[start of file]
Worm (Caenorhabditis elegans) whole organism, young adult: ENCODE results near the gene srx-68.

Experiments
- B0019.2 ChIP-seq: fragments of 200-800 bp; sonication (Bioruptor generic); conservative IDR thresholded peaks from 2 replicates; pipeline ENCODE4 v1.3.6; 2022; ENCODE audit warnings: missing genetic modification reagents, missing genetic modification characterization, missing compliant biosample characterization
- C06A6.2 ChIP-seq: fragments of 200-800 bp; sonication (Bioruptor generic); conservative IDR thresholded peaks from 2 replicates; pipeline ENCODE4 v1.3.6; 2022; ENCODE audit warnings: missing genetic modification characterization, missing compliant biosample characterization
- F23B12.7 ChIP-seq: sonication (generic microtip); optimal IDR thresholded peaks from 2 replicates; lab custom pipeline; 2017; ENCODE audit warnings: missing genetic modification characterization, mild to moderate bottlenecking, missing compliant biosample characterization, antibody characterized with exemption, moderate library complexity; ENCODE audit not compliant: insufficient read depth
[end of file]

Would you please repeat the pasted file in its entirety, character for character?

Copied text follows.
Worm (Caenorhabditis elegans) whole organism, young adult: ENCODE results near the gene srx-68.

Experiments
- B0019.2 ChIP-seq: fragments of 200-800 bp; sonication (Bioruptor generic); conservative IDR thresholded peaks from 2 replicates; pipeline ENCODE4 v1.3.6; 2022; ENCODE audit warnings: missing genetic modification reagents, missing genetic modification characterization, missing compliant biosample characterization
- C06A6.2 ChIP-seq: fragments of 200-800 bp; sonication (Bioruptor generic); conservative IDR thresholded peaks from 2 replicates; pipeline ENCODE4 v1.3.6; 2022; ENCODE audit warnings: missing genetic modification characterization, missing compliant biosample characterization
- F23B12.7 ChIP-seq: sonication (generic microtip); optimal IDR thresholded peaks from 2 replicates; lab custom pipeline; 2017; ENCODE audit warnings: missing genetic modification characterization, mild to moderate bottlenecking, missing compliant biosample characterization, antibody characterized with exemption, moderate library complexity; ENCODE audit not compliant: insufficient read depth